NYC’s Worst Landlord Has 3,352 Building Violations

October 8, 2014 Updated: October 8, 2014

The majority of New York City residents rent instead of owning their own homes, but according to a new report by the public advocate, the list of the city’s worst buildings is longer than ever.

Topping the list in the Bronx, 3525 Decatur Avenue LLC (large building owners tend to use limited liability corporations) is the city’s worst landlord, racking up a total of 3,352 building violations across 7,780 units. That’s about one violation for every two units within the landlord’s 13-building portfolio.

“Today, too many New Yorkers—specifically those living in low-income communities— rent in substandard buildings run by landlords and management agencies that are too lax with basic repairs and upgrades,” stated New York City Public Advocate Letitia James in a press release. 

She announced the launch of the 2014 Landlord Watchlist, which includes 100 of the landlords with the most violations across the city.

The landlords included on the list have to own a building with fewer than 35 units with at least three open, serious violations per unit, or a building with 35 or more units with at least two open, serious violations per unit.

The Worst Landlords list was started in 2010 by the mayor and then-Public Advocate Bill de Blasio, and James is continuing the practice.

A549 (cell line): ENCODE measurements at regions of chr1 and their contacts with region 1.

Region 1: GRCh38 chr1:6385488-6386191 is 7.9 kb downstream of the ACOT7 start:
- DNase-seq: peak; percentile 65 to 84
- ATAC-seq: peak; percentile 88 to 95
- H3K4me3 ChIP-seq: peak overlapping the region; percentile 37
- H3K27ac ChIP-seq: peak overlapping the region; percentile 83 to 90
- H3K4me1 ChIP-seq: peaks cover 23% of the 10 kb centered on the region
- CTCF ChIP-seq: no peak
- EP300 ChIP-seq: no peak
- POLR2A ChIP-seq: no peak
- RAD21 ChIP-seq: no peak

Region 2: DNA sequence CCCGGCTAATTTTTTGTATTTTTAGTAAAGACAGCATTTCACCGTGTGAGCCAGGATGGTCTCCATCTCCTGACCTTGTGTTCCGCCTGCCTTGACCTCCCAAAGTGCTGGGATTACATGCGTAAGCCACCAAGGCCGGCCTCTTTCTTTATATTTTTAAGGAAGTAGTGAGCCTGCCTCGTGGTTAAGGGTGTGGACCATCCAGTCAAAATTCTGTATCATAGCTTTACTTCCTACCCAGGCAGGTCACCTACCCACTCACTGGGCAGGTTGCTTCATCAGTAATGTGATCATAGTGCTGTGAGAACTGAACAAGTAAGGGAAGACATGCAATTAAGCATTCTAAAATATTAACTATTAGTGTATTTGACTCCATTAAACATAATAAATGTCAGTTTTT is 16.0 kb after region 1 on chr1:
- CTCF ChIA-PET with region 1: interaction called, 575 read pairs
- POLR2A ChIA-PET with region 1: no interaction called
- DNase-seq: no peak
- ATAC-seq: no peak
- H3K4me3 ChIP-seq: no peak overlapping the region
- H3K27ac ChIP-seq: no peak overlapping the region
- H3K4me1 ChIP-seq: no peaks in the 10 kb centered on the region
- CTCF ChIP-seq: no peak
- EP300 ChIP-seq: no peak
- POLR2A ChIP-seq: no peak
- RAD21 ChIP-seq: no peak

None of the 6,800 buildings affiliated with the 100 landlords on the list are on the Housing Preservation and Development Department’s (HPD) Alternative Enforcement Program (AEP), James noted. The program was created in 2007 and identifies 200 residential buildings with numerous hazardous violations. HPD then takes over making the fixes in those 200 buildings.

“I want to increase access to assistance for landlords who need emergency intervention, but for those landlords who would put income before the health and safety of tenants, my office will continue to monitor and bring forth legal action when necessary,” James said.

Mayor de Blasio said in a press release that they have seen results come from the Watchlist firsthand, and will continue to work with the office of the public advocate to ensure those tenants have safe and decent housing.